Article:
Once again, the social value of science fiction has proven helpful in the real world:
A few weeks ago, the United Nations affirmed Isaac Asimov‘s First Law of Robotics: “A robot may not injure a human being.” Christof Heyns, the U.N. special rapporteur on extra-judicial, summary, or arbitrary executions, said as much in a May 29 speech to the Human Rights Council in Geneva calling for a moratorium on the development of lethal robots. His argument followed two thoughtful paths, expressing concern that they cannot be as discriminating in their judgments as humans and that their very existence might make war too easy to contemplate. As he summed up the grim prospect of robot soldiers, “War without reflection is mechanical slaughter.”
The aptly named Campaign to Stop Killer Robots has endorsed the Heyns report’s recommendations, namely:
- Put in place a national moratorium on lethal autonomous robotics. (Paragraph 118)
- Declare a commitment to abide by International Humanitarian Law and international human rights law in all activities surrounding robotic weapons and put in place and implement rigorous processes to ensure compliance at all stages of development. This should be done both unilaterally and through multilateral fora. (Paragraph 119)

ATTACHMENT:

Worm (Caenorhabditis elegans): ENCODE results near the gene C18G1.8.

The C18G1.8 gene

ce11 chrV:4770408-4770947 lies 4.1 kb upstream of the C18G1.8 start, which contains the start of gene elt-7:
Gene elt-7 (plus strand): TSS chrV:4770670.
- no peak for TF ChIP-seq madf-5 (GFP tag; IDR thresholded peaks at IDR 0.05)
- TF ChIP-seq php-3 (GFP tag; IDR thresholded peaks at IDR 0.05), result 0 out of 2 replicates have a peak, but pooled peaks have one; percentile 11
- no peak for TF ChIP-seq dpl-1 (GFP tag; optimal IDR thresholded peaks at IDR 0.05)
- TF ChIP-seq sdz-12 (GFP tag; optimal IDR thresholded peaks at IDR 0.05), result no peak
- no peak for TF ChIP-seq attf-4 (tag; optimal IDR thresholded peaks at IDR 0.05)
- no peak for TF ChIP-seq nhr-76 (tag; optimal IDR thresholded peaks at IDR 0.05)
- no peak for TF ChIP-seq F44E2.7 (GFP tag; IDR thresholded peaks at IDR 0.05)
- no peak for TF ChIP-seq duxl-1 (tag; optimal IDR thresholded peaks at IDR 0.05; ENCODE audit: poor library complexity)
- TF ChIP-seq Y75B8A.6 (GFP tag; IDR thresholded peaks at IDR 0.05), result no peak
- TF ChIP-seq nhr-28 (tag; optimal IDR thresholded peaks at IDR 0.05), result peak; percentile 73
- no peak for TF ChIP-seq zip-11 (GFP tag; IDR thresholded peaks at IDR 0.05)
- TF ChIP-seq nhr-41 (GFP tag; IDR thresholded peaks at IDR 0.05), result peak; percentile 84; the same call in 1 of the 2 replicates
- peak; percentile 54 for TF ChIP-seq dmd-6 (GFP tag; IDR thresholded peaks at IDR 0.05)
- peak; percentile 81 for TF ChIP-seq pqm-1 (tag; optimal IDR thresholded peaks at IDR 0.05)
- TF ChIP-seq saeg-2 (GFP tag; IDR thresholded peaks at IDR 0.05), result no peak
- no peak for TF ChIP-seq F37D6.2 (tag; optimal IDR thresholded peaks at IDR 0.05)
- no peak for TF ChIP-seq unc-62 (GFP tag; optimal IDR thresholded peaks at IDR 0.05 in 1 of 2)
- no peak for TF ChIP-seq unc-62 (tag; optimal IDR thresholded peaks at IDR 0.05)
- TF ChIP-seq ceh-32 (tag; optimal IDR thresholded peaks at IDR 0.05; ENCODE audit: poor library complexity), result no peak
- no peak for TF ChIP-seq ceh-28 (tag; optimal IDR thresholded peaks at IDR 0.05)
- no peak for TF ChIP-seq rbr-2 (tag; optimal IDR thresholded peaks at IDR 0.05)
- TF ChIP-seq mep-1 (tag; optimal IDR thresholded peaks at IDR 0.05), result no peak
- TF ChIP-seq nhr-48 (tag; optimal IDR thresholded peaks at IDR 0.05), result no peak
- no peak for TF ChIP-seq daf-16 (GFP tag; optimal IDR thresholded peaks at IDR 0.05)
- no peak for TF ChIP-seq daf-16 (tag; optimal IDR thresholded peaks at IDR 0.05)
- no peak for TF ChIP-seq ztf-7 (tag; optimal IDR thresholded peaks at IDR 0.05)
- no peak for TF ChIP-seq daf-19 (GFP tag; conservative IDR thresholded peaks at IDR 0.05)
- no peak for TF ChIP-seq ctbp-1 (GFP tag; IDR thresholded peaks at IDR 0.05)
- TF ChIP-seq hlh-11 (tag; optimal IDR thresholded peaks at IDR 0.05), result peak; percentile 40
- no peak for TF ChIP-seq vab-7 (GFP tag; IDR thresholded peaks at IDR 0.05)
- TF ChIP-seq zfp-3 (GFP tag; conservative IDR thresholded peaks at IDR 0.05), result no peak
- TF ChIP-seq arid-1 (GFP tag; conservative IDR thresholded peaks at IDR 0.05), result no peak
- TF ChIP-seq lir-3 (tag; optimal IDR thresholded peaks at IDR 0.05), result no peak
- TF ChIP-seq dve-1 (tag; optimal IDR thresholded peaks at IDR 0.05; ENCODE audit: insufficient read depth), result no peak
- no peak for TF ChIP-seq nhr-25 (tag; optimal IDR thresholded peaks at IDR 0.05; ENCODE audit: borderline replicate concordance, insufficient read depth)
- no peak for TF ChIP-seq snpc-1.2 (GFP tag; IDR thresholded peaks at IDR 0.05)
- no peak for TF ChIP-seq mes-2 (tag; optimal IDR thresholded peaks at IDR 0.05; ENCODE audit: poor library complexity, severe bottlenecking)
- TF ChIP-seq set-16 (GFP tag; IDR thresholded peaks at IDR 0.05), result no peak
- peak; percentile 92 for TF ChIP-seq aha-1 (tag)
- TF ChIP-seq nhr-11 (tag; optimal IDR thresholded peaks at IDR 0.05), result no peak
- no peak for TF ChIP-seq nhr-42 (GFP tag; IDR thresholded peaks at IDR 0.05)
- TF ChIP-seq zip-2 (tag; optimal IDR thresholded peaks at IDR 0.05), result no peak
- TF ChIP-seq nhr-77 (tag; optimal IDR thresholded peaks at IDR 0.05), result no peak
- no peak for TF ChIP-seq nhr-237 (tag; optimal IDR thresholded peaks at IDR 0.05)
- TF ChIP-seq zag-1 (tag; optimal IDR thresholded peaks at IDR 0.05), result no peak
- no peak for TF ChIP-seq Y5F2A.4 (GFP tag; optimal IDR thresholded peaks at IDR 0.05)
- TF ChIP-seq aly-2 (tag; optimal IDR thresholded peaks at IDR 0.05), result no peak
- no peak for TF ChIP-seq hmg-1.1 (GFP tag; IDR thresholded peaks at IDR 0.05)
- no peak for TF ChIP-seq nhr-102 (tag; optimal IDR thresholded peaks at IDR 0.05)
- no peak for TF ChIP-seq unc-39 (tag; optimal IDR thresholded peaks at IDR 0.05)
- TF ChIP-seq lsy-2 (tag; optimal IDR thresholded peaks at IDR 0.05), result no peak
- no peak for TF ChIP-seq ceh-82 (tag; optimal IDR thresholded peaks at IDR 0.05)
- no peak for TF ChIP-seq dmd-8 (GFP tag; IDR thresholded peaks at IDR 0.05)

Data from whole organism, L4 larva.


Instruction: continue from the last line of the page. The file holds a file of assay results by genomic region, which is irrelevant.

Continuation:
- Commit to being as transparent as possible about internal weapons review processes, including metrics used to test robotic systems. States should at a minimum provide the international community with transparency regarding the processes they follow (if not the substantive outcomes) and commit to making the reviews as robust as possible. (Paragraph 120)
- Participate in international debate on lethal autonomous robotics and be prepared to exchange best practices with other States, and collaborate with the High Level Panel on lethal autonomous robotics. (Paragraph 121)
All of this comes on the heels of a Department of Defense directive to pause the development of “autonomous and semi-autonomous weapon systems that could lead to unintended engagements.” The pause, of course, can be unpaused any time the DoD wants. No word on whether any such robots, commonly known as LARS (Lethal Autonomous Robots), will ever be programmed with Asimovian directives.
I wouldn’t hold my breath.
If you’d like glimpse of what happens next, check out Asimov’s vision. Maybe he’ll prove prescient: